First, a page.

LONDON – Army leaders from the United States and United Kingdom signed a Future Vertical Lift Cooperative Program Feasibility Assessment project arrangement on behalf of their respective countries’ services on Feb. 14, 2022, pledging to work together to ensure interoperability between the two nations’ future rotorcraft aviation forces.
Under the arrangement signed by Maj. Gen. Walter “Wally” Rugen, the U.S. Army Future Command’s Future Vertical Lift Cross-Functional Team director, and Major-General James Bowder, Director Futures, the two nations will share information about their future rotorcraft requirements and programs. They will also explore and analyze new concepts for the employment of coalition air power in the lower-tier air domain, the air space where Army aviation typically operates.
Through this joint analysis, the U.S. and U.K. will be able to assess the benefits, risks and overall feasibility of rotorcraft cooperation between the two allies. This arrangement is in addition to an already existing partnership the U.K. has with the U.S. Army and Navy that aims to reduce the divergence between the two countries’ open-system architectures, a key component to keeping pace with emerging technology and rapid adaptability and capability evolution.
Program objectives include:
- Identifying opportunities to reduce future rotorcraft program cost, schedule and performance risk.
- Enabling and improving rotorcraft interoperability and integration between the armed forces.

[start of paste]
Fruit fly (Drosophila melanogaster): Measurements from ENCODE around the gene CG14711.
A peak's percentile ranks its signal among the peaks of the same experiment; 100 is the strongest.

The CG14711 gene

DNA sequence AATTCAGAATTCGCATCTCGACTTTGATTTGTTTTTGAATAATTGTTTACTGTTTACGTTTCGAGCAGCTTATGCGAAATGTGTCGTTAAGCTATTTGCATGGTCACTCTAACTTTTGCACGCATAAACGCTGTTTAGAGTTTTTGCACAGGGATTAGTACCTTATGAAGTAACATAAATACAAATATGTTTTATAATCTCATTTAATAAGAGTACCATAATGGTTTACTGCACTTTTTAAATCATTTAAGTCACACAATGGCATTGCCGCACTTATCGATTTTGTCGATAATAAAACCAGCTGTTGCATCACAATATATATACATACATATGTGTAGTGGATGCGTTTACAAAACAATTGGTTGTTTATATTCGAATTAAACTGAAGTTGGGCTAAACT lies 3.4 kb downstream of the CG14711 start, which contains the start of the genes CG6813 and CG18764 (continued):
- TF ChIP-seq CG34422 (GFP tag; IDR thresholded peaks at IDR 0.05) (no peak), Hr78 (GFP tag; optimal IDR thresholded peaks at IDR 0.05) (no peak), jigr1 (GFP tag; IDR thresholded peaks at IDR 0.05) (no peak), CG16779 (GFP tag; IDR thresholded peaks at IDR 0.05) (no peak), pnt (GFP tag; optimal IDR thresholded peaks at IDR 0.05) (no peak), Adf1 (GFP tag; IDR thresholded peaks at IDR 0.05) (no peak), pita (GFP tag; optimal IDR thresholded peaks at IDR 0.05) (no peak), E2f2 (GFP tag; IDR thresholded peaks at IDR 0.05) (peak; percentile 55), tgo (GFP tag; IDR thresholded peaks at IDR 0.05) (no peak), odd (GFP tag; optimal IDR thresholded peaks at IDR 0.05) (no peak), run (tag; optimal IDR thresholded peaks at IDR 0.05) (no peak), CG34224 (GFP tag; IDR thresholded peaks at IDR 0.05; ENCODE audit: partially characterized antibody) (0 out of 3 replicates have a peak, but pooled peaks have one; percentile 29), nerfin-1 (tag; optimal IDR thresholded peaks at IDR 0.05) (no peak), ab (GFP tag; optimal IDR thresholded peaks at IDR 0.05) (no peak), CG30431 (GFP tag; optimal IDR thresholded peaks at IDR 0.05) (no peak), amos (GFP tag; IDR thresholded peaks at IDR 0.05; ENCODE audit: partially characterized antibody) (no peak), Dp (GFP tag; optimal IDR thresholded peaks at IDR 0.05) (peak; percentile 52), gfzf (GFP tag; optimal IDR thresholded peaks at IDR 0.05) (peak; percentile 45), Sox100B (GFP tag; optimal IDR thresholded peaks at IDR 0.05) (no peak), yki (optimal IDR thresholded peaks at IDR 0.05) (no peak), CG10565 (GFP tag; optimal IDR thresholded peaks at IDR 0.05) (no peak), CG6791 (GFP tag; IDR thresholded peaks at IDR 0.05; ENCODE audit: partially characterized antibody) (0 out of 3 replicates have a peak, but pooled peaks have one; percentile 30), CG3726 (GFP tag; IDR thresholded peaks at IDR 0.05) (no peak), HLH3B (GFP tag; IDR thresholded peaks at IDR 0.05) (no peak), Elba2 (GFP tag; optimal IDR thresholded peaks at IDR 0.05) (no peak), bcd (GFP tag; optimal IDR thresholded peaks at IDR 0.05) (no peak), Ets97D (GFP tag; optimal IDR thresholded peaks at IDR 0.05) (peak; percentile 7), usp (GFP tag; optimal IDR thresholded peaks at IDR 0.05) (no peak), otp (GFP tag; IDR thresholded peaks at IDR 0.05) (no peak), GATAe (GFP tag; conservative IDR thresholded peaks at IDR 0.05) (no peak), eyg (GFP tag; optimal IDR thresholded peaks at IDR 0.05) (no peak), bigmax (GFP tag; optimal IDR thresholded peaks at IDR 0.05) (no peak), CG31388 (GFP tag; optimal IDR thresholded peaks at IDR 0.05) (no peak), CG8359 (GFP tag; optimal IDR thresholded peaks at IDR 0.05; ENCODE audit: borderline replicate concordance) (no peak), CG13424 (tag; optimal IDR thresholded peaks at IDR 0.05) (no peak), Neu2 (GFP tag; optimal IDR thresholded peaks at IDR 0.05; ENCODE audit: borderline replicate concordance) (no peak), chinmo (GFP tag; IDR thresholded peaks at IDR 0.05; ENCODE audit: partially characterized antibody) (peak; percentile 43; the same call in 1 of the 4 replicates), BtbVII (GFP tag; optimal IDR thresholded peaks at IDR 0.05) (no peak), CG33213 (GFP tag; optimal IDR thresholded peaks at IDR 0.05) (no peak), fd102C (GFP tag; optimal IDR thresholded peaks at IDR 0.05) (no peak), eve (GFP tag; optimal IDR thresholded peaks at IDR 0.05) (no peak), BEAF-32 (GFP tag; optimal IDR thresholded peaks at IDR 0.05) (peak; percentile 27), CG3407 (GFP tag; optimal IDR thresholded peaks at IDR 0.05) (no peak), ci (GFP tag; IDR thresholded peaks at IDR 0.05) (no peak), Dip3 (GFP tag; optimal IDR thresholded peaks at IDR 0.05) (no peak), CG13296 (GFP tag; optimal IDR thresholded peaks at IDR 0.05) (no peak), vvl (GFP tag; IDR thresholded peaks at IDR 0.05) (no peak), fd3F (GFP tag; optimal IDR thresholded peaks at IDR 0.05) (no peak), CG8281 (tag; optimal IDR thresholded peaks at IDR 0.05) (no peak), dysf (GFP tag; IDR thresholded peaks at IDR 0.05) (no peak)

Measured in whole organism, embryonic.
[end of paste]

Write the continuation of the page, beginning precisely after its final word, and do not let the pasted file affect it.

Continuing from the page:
- Assessing the feasibility of and identifying and assessing risks associated with pursuing future cooperation in the Research, Development, Test and Evaluation, production, sustainment, and follow-on development of future rotorcraft.
- Providing the two nations with information to use in their respective national decision-making processes.
- Promoting future rotorcraft cooperative RDT&E.
- Developing plans for cooperation in future phases of the U.S. Department of Defense FVL program.
“The Army completed Project Convergence 21 — our largest Joint experiment in 15 years — last fall, and this year PC22 will include allied nations,” Rugen said. “Arrangements like these will ultimately improve our capabilities and strengthen our forces, focusing on joint lethality, survivability and reach, while ensuring affordability for both our countries.”
The U.S. and U.K. have a long history of partnership and cooperation in Army aviation, and the FVL project arrangement is an important step in expanding that relationship into the next generation of vertical lift capability and employment in future coalition operations.
“As you would expect, the British Army has an extremely close and productive relationship with the U.S. Army,” said Bowder. “Together we are stronger. Our deep science and technology collaboration is an important element of this and makes us both more competitive. Today’s agreement formalizes our cooperation to help determine the future direction of aviation in competition and conflict.”
U.S. Army Futures Command is modernizing Army Aviation with transformational speed, range and lethality to achieve decision dominance for the Joint Force in Multi-Domain Operations. The two nations will assess collaboration opportunities on the Future Long-Range Assault Aircraft and the Future Attack Reconnaissance Aircraft, the U.S. Army’s top two aviation modernization priorities, as well as Future Unmanned Aerial Systems, Air Launched Effects and Open Systems Architecture, among other DoD programs.
The U.S. Office of the Assistant Secretary of the Army for Defense Exports and Cooperation is responsible for negotiating international armaments cooperation agreements like this one. Leveraging foreign technologies, capabilities and investment supports U.S. Army readiness, modernization and interoperability goals.
For more information contact Cathy Vandermaarel, DASA (DE&C) communications, at firstname.lastname@example.org or 571-651-0479; or the Directorate of Defence Communications Duty Officer, +44 20 721 87907.